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Socio-Demographic Factors Associated with Awareness of Mortgage Plans in Langas Suburb Uasin Gishu County: A Cross Sectional Study | OMICS International
ISSN: 2151-6200
Arts and Social Sciences Journal
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Socio-Demographic Factors Associated with Awareness of Mortgage Plans in Langas Suburb Uasin Gishu County: A Cross Sectional Study

Koech J1,*, Korir B1, Rutto D2, Koech S3, Kimeli V3, Cheptoo B1 and Kimani E1

1Department of Mathematics and Computer Science, University of Eldoret, Eldoret, Kenya

2College of Science and Technology, School of Engineering, University of Rwanda, Rwanda

3Department of Biochemistry and Biotechnology, Kenyatta University, Nairobi Kenya, Kenya

*Corresponding Author:
Koech J
University of Eldoret
Department of Mathematics & Computer Science
P.O BOX 1125-30100, Eldoret, Kenya
Tel: +254-724-073-390
E-mail: [email protected]

Received date: February 02, 2017; Accepted date: February 22, 2017; Published date: February 27, 2017

Citation: Koech J, Korir B, Rutto D, Koech S, Kimeli V, et al. (2017) Socio-Demographic Factors Associated with Awareness of Mortgage Plans in Langas Suburb Uasin Gishu County: A Cross Sectional Study. Arts Social Sci J 8: 252. doi:10.4172/2151-6200.1000252

Copyright: © 2017 Koech J, et al. This is an open-access article distributed under the terms of the Creative Commons Attribution License, which permits unrestricted use, distribution, and reproduction in any medium, provided the original author and source are credited.

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Abstract

Mortgage is a long-term commitment that ties a prospective homeowner down to mortgage repayment for a long period usually more than 10 years and transfer of a legal or equitable interest in a specific immovable property for the payment of debt. Although mortgage helps an individual to acquire a home (house/land), it carries with it a huge responsibility, that of repaying the loan. This may be a hard task and even at times impossible due to the bottlenecks held by the economy and investors. These include; high rates of interest on mortgages, extortion by investors, poor saving culture, lack of stable employments and lack of awareness. The study aims at assessing socio-demographic factors that make individuals in middle-income economies to adopt mortgage plans. The study mainly targets the proportion of people who do not meet the requirements for the current mortgage plans. Primary methods of data collection were employed. The residents of Langas in Uasin-Gishu County subjects were interviewed as well as allowed to answer the administered close-ended questionnaires. A multivariate logistic regression model showing the relationship between awareness for mortgage plans and various socio-demographic variables was tested. The results show that there is a strong significant association between mortgage awareness with factors such as age and education level. Thus the rise in mortgage uptake is well explained by socio-demographic factors. Although the study established a positive relationship between mortgage uptake and occupation status among those in permanent employment category, the relationship was found to be insignificant.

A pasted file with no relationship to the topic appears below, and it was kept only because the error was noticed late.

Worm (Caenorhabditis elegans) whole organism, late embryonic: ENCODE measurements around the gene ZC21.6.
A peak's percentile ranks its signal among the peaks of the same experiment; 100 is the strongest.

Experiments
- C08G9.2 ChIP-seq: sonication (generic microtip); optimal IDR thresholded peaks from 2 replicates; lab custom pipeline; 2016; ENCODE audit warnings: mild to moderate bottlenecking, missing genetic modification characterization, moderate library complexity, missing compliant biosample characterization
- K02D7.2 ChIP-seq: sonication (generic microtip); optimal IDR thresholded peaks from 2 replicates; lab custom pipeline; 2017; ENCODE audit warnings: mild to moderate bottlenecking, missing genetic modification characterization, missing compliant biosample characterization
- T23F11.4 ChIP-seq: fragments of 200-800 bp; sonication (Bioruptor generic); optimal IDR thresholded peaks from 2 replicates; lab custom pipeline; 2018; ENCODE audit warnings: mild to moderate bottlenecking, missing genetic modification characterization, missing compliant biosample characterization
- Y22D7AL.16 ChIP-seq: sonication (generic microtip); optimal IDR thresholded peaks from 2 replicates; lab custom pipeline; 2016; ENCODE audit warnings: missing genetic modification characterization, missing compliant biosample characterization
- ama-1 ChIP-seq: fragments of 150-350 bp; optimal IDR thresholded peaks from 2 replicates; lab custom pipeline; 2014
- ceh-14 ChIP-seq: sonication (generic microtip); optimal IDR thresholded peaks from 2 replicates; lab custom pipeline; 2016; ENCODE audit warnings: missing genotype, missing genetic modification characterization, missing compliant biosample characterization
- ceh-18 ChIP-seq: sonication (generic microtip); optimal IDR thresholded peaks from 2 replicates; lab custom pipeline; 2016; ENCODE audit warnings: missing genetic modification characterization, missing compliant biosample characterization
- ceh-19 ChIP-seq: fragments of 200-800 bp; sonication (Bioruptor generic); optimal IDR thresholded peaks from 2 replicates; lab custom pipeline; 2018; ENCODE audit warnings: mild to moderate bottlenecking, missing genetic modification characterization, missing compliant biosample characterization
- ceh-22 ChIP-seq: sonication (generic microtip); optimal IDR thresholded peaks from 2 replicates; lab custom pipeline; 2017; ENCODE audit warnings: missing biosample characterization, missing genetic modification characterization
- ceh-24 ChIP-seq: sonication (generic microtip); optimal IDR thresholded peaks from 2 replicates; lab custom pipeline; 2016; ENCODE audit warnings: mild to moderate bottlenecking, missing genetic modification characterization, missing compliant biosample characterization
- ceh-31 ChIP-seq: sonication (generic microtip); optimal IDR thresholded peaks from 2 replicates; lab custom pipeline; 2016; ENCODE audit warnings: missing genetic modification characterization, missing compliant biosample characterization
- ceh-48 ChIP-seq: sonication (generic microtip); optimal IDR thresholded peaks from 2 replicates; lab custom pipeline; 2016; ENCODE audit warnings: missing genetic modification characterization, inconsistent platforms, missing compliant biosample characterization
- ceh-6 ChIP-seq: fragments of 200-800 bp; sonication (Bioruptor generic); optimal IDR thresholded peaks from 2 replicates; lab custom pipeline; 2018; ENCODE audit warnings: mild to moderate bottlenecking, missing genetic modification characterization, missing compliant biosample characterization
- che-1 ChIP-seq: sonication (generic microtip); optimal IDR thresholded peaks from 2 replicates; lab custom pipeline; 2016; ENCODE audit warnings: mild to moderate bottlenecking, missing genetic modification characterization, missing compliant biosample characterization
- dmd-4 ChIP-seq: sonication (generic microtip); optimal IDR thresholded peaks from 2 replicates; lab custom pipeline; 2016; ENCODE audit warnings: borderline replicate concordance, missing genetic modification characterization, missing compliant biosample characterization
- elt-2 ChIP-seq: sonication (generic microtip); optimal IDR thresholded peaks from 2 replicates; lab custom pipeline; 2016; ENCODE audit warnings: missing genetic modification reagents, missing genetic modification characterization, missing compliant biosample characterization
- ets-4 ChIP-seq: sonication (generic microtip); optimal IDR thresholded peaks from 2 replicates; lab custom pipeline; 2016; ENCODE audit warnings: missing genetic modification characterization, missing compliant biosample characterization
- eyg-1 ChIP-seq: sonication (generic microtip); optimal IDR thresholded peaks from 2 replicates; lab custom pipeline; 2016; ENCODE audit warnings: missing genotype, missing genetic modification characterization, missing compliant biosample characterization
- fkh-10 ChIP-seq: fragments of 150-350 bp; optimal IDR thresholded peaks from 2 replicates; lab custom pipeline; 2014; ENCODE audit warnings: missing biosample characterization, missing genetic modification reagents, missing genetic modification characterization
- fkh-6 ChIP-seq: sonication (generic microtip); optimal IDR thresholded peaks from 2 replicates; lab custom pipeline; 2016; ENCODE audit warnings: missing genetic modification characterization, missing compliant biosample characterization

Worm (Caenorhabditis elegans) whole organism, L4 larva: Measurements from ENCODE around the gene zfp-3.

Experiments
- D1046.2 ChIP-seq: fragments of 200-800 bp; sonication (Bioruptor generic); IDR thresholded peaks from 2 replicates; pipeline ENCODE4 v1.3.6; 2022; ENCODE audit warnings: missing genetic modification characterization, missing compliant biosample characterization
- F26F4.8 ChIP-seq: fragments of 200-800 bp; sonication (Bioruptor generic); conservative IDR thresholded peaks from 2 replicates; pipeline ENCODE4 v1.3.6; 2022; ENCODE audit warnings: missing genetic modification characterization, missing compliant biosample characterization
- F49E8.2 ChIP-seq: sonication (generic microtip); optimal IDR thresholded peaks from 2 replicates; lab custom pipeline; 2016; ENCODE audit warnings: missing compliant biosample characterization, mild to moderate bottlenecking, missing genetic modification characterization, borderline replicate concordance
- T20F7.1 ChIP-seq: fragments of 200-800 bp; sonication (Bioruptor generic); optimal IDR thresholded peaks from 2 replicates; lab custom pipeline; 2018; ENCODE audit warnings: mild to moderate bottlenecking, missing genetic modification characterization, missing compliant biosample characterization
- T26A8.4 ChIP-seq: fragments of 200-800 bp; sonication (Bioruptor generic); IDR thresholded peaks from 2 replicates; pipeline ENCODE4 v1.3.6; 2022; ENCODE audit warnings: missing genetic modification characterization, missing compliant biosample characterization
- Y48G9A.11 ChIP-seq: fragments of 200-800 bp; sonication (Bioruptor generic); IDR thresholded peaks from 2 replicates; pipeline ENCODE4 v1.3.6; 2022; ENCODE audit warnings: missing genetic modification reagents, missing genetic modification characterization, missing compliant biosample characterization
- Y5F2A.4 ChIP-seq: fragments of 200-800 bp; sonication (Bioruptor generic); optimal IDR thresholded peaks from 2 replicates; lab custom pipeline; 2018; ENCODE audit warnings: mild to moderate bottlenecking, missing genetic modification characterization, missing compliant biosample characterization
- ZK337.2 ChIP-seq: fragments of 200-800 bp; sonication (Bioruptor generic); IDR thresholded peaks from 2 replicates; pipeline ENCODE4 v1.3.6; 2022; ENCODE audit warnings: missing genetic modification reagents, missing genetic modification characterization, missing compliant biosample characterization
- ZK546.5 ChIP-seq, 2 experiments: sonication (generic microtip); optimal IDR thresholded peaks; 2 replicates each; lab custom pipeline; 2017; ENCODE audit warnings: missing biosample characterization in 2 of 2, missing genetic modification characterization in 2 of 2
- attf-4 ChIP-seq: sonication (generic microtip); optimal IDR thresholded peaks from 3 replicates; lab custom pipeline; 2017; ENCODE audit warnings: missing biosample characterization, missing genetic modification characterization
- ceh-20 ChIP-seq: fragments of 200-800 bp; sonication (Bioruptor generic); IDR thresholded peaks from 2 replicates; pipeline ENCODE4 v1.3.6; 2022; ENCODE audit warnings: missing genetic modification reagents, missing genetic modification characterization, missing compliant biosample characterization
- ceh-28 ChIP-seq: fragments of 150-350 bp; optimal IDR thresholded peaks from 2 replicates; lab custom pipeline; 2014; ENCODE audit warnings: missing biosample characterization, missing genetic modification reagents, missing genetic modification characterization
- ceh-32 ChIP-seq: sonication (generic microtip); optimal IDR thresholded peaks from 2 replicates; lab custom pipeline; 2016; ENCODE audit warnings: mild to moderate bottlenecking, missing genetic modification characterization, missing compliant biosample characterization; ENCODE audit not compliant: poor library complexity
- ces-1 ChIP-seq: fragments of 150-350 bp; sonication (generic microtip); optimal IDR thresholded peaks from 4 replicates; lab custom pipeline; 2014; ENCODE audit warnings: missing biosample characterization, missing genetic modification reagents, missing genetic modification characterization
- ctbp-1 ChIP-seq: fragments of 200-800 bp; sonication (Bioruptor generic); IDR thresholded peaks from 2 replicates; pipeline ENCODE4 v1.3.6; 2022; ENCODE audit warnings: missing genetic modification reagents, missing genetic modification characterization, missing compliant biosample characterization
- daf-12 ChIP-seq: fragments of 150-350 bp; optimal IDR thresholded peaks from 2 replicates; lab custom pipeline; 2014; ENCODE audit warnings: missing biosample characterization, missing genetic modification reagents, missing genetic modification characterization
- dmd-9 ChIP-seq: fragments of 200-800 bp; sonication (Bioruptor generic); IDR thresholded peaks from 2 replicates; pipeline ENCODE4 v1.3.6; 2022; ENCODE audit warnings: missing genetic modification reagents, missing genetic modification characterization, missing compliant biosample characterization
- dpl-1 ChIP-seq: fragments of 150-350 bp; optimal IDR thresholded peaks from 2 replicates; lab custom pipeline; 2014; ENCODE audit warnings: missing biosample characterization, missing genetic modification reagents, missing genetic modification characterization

Keywords

Mortgage plans; Factors; Logit; Financing, Interest rates

Introduction

According to the World Bank report on developing Kenya’s Mortgage market, the demand for housing in Kenya has grown rapidly in recent years, in both value of loans and number of loans [1]. There is lack of affordable Housing due to high cost of building materials and cost of construction. Multiple land titling and registration mechanism in Kenya are inefficient and complex, making access to land very difficult. The cost of land together with cost of building has enormously made mortgage properties very expensive. This has resulted in huge housing gap which is growing every year and is increasingly prevalent in urban areas.

In Kenya, it is estimated that 234,000 new housing units are required every year yet only 20,000-30,000 units per year are currently being produced and a mere 20% of these are affordable to low and moderate income families. Government further estimates that formal production by the public and private sectors is not more than 30,000 units per year and concludes that the annual deficit of more than 120,000 housing units is met by slum housing. In Nairobi, a city with a population of around 3 million people, nearly 60% of households live in slum areas. A recent survey of these settlements showed that 73% of households live below the poverty line [2].